Busy readers can be distracted readers
Although your teacher was paid to read what you’d written, your busy business audience isn’t. Juggling a whole raft of things in their day, they might not be able to give your text their full attention. Using summary boxouts is a great way of repeating your message in a succinct way if your reader gets distracted, scans the document, or jumps around the text like Zebedee from The Magic Roundabout.

Reinforcing your message
You don’t want your reader to forget the key takeaways from your copy: repeating them in a number of places will help get the message to stick. Do you want them to give you a call? Invite them several times to do so. Do you want them to remember the name of the new product or concept you’re introducing? Include it in multiple places in the document.

Watch out for the risks
Knowing how to repeat is as important as knowing what to repeat: don’t just go copying and pasting entire chunks of your document. Repeating things word for word will quickly cause your audience to lose interest. Too much repetition will make your piece longer, reducing the likelihood that it will be read in its entirety. And repeating statistics can give the impression that your argument isn’t based on thorough research.

To avoid the risks, try using different arguments to lead back to the same conclusion, or phrase your key message in slightly different ways to make it sound fresh each time you mention it. There’s an art to getting it right but, once you master it, you’ll find that your messages penetrate further and stick in the minds of your audience for longer.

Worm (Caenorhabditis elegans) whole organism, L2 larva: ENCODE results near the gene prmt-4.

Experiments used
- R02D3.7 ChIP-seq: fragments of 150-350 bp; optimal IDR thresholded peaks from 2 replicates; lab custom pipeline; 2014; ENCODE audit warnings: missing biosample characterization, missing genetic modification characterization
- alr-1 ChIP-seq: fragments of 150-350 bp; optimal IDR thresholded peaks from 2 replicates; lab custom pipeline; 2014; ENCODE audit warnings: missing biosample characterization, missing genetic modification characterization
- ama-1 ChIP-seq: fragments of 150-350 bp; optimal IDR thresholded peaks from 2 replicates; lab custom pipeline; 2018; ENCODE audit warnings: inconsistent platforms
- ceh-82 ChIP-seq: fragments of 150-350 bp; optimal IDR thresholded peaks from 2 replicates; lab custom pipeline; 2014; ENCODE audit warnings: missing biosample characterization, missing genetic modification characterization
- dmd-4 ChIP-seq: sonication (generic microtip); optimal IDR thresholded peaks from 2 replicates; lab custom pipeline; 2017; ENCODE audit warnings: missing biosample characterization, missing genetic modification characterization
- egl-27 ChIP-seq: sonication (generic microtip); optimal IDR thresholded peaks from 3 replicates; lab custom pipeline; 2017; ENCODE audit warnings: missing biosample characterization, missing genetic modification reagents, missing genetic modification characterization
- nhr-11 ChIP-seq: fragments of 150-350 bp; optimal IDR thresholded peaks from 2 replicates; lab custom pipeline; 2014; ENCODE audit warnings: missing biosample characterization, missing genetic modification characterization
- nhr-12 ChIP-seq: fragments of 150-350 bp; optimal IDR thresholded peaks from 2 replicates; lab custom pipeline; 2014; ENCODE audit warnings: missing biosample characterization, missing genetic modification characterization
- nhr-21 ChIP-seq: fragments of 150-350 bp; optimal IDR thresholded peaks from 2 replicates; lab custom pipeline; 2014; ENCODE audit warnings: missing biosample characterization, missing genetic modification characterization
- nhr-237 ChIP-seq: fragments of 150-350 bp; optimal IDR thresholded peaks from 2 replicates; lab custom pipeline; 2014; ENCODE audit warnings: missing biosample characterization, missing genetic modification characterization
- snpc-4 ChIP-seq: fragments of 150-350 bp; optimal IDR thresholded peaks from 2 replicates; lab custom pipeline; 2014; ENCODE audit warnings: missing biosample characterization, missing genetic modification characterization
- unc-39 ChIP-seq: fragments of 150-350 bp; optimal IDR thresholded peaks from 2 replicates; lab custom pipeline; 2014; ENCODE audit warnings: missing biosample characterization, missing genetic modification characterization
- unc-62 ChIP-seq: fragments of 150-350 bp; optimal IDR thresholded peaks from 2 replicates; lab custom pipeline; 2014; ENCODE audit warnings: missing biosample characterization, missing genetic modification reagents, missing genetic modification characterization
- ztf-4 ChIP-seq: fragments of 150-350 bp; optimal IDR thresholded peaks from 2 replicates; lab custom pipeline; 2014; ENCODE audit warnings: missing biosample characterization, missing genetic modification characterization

Writing succinctly – lessons from 1863

So much of the content written today must be succinct. Blogs, eDMs, social media posts — their length is measured in hundreds, not thousands, of words. It can be a challenge to boil something complex down to a few hundred compelling words — but if Abraham Lincoln could summarise his view of the American Civil War in just 270, then writing succinctly should be possible!

That speech, given by Lincoln on 19 November 1863 at the dedication of the Soldiers’ National Cemetery in Gettysburg, is considered one of the greatest in history. His remarks were supposed to be secondary to the main oration by former congressman Edward Everett. But it’s Lincoln’s 270 words that are remembered today as the Gettysburg Address, not Everett’s 13,000.

Impressed by Lincoln’s concise speech, Everett wrote to him: “I should be glad if I could flatter myself that I came as near to the central idea of the occasion, in two hours, as you did in two minutes.”

It’s that ability to capture the central idea in the fewest and clearest words possible that made Lincoln’s words so powerful that day, and so memorable since. He used plain, crisp, familiar vocabulary — around two-thirds of the words have only one syllable. But he also knew when to vary his style: using, for example, repetitive triplets to add weight and memorability to key concepts — one of which, “government of the people, by the people, for the people”, even forms part of the current French Constitution.

Perhaps the only mistake Lincoln made during his speech was when he said: “The world will little note, nor long remember what we say here…”

What do you think? How do you try and make your writing as succinct as possible? Share your ideas and strategies with us on Twitter, LinkedIn, or just by leaving a comment on this blog.